Monday, April 30, 2018

Hunting Preserves

Now put your flags in the air
And march them up and down
You can live it up, live it up
All over town
--Escape Club

In lieu of the recent Waffle House mass shooting in Tennessee, John Lott once again discusses overwhelming perpetrator preference for gun free zones. He provides several links to analysis and raw data as well.

These pages have noted it many times before. Gun free zones establish hunting preserves for criminals.

Sunday, April 29, 2018

MLK and the Racism Narrative

"It will happen again because people like you and me like to be lied to. We like bedtime stories."
--Jake Moore (Wall Street: Money Never Sleeps)

When a black person goes down as the result of crime, there is a large group that prefers the perpetrator of the crime to be white. Because this group believes that racism runs rampant in this country, acts of aggression by whites against blacks fall in line with the group narrative.

This is confirmation bias writ large. It offers convenient cover for actual criminals targeting black victims. Find fall guys who are white, label them as racists, and perhaps you can get away with...murder.

For years, a dedicated group of researchers have been mining evidence that refutes the 'official' story of Martin Luther King's murder. They present a compelling case that James Earl Ray was a patsy framed by a predatory state and compliant media.

In the case of JFK, invent a communist shooter to get the public behind the story. In the case of MLK, concoct a racist assassin for similar, or perhaps even more effective, purpose.

Feed the public what they want to hear and any crime is possible.

Saturday, April 28, 2018

93 to 1

Everybody's talking at me
I don't hear a word they're saying
Only the echoes of my mind

In the 2013 confirmation vote for James Comey as FBI Director, only one senator voted no. Who was that?

Rand Paul, of course.

Friday, April 27, 2018

Watching PG

Drawn into the stream
Of undefined illusion
Those diamond dreams
They can't disguise the truth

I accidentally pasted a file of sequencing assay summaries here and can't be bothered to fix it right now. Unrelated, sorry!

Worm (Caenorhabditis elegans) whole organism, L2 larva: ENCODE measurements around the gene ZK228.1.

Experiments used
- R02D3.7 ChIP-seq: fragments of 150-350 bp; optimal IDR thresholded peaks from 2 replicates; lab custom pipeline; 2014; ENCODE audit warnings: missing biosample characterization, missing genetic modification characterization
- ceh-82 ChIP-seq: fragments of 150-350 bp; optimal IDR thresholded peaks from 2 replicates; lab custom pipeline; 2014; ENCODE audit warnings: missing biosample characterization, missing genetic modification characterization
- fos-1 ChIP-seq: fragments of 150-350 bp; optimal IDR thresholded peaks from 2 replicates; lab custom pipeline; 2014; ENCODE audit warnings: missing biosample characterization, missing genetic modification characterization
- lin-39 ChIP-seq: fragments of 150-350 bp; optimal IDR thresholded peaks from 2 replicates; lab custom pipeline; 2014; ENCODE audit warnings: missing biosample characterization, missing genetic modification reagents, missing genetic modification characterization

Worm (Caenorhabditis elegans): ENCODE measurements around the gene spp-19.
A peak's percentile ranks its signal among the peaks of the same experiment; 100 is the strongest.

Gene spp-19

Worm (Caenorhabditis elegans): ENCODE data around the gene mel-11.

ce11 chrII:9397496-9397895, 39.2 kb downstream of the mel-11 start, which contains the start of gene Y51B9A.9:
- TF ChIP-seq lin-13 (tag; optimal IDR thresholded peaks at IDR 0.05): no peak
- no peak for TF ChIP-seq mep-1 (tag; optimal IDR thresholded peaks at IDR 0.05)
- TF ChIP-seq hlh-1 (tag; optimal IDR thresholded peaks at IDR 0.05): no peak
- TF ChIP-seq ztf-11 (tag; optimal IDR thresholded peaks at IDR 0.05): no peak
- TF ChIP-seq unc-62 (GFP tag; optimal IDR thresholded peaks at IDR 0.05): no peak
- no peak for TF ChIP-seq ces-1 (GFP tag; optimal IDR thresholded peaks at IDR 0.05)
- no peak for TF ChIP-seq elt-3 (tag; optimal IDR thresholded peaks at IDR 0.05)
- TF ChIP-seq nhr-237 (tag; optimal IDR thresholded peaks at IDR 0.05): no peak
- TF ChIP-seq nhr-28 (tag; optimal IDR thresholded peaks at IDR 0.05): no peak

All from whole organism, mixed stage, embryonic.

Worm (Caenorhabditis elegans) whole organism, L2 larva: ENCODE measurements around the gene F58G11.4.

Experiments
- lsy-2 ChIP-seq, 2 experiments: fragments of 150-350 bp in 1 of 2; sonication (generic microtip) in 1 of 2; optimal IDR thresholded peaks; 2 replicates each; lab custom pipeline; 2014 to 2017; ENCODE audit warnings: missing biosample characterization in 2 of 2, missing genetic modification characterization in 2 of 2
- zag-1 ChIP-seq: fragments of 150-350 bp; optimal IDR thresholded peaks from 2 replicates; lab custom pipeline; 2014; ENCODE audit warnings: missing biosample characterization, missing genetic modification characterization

--Level 42

The heavy action in Procter & Gamble (PG) has caught my eye. Consumer discretionary in general has been outperforming the consumer staples category of which PG is a member.

That softness now finds PG touching its multi-year uptrend line.

Does that make the shares a value play? Maybe on a relative basis. And its 3.7% yield seems somewhat attractive in a low rate world.

But on an absolute basis, my cash flow work suggests the stock needs to come down from its current $180ish billion market a lot. My interest increases with a price closer to $50.

no positions

Thursday, April 26, 2018

Shrinking Margins

I'm sick and tired of you setting me up
Setting me up just to 
Knock a knock a knock a me down
--Bruce Springsteen

Stephanie Pomboy observes the general trend toward slowing top line growth at the same time that costs are increasing.

Implication: shrinking profit margins dead ahead.

Wednesday, April 25, 2018

Bears are Back

I got nine lives
Cat's eyes
Abusin' every one of them and runnin' wild

It took nearly two weeks, but the bears are back for another assault on the 200 day moving average.

Classic technical theory says that support weakens on each successive visit. Perhaps the third time will be the charm for the bears.

position in SPX

Tuesday, April 24, 2018

Touch Three

Come on, come on, come on, come on now
Touch me, babe
Can't you see
That I am not afraid
--The Doors

Continuing our yield watch, 10 yr yields briefly touched 3.03% this morning and marked four year highs before pulling back below the three percent maginot.

On a multi-year chart, 10 yr yields can be seen as tracing out a large inverse head-and-shoulders pattern. This is bullish for yields but bearish for the bond prices. Also bearish for an over-leveraged economy dependent on perpetually low rates.

When higher rates begin to 'matter' is anyone's guess. Because the charts are suggesting that yields want to go higher yet, it seems likely that the issue will arise sooner rather than later.

no positions

Monday, April 23, 2018

Peace by Force

"By condemning an old friend without hesitation, I shall be feared."
--Messala (Ben-Hur)

Garet Garrett describes the ultimate barbarian fantasy--that world peace must be imposed by force.

The folly does not just have an external component, i.e., a country must make its military the Policeman of the World in order to keep the peace. It also applies internally, i.e., the State must police its citizens and limit freedom in the name of social harmony.

The notion that peace requires force constitutes one of the foremost oxymorons of mankind.

Sunday, April 22, 2018

Back to the Highs

"You back again?"
--Floor Specialist (Wall Street)

Ten yr yields closed their strong week at, or even kitten's whisker higher, the mid February highs.

The highs of human beings and trading robots will be trained on this coming week's action. Will T-note yields be repelled by resistance here? Or will they power thru to new highs for the move?

no positions

Saturday, April 21, 2018

Equitable Solution to Urban Decay

When you said goodbye